The series is very Japanese and because of this it does feel a bit alien watching it with an English voice cast. Though the English actors have done a great job of trying to capture the moment for those who prefer to watch in that way, I would suggest watching this with the Japanese audio to get best experience of what the series is putting across. Funnily enough the default language setting on the disc when I watched it was Japanese with English subtitles. This isn’t normally seen in bilingual releases in the UK, so one does wonder if that is perhaps a hint or maybe a requirement in the licensing agreement given how much of a following the series already have.
Sticking with the audio discussion, the soundtrack is so complimentary to the series, it is sublime to say the least. I will flat out admit that things do get quite emotional in this collection of episodes and the music playing in the background only added to the wonderful story telling and the tears rolling down my face. It’s a wonderful demonstration of how the music can add so much to an already poignant moment in a series.
In conclusion Clannad Series 1 Part 1 is easily one of the most enjoyable volumes of anime I’ve watched in a long time. Going in I had no idea what to expect and I’m so happy that a series has invoked this much emotion from me. I was thinking we might get overly cute girls, perhaps conveyed in overtly fictional way combined with lots of fan service. What we actually got was overtly cute girls depicted in a very real to life way while incorperating some traditional anime moments of madness and some very fictional, but very amusing, comedic moments. All this while growing up in school and encountering life changing situations along the way that make you, the viewer, become fully involved in the story and allowing you to be emotionally connected at the same time.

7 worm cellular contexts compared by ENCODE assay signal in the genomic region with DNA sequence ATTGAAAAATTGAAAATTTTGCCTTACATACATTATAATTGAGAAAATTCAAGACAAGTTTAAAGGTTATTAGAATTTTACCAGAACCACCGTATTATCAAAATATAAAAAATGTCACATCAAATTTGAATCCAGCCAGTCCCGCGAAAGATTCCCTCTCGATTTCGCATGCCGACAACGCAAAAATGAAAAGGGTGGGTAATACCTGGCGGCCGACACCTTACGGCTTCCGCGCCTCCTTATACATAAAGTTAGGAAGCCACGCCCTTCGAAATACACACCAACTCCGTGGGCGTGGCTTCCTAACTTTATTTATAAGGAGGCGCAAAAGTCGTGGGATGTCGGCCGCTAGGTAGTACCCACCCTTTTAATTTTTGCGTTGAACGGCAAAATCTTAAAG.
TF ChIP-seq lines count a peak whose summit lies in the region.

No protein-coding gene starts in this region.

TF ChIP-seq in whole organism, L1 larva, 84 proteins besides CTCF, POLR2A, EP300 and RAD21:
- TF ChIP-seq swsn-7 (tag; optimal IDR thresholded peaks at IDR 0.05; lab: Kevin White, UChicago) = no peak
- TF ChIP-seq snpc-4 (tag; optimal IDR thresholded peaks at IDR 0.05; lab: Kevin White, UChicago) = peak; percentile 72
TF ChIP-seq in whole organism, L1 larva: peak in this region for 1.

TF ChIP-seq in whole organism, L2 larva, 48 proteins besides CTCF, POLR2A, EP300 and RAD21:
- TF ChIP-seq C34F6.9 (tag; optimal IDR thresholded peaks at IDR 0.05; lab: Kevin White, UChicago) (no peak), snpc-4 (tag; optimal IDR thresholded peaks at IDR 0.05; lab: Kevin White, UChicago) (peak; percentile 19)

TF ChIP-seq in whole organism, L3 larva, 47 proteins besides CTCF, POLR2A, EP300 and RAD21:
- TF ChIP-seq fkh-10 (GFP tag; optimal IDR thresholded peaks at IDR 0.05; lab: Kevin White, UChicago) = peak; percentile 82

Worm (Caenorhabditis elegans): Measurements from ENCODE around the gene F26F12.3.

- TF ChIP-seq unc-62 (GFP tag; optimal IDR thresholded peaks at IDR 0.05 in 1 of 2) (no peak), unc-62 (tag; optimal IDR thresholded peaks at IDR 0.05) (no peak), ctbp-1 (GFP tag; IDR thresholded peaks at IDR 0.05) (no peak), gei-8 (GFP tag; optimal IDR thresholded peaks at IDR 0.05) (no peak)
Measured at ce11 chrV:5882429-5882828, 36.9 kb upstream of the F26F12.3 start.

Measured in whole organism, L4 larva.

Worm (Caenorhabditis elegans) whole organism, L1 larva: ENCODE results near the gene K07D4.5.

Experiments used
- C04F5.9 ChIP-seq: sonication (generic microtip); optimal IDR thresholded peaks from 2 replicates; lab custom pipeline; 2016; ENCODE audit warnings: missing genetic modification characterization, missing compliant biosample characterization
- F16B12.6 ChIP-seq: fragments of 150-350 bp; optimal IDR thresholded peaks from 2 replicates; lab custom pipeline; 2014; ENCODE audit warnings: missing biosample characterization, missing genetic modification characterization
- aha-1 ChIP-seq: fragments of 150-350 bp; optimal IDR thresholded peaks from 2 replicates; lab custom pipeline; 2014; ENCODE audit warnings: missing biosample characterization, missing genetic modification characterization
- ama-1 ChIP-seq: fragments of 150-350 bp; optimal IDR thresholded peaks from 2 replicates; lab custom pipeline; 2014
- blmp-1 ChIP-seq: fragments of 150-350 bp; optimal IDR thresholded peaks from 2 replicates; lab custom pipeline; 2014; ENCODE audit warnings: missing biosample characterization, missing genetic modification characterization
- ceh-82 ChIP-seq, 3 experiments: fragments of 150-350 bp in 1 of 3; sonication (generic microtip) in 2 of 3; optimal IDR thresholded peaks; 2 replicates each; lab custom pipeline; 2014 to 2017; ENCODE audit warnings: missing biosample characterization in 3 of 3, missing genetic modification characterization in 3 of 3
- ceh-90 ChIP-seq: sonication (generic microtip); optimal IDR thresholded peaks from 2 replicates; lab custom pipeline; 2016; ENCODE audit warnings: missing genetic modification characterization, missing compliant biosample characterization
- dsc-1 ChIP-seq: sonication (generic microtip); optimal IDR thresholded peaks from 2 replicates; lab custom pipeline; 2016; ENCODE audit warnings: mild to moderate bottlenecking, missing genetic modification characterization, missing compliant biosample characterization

While this won’t be for everyone, if you’re looking for something very unique to the moe genre of anime set in school, you cannot really go wrong with this at all.
Clannad: Series 1 Part 1 is released on DVD on Monday 28th May by Manga Entertainment. You can pre-order this at Amazon UK HERE.
– Jeremy Graves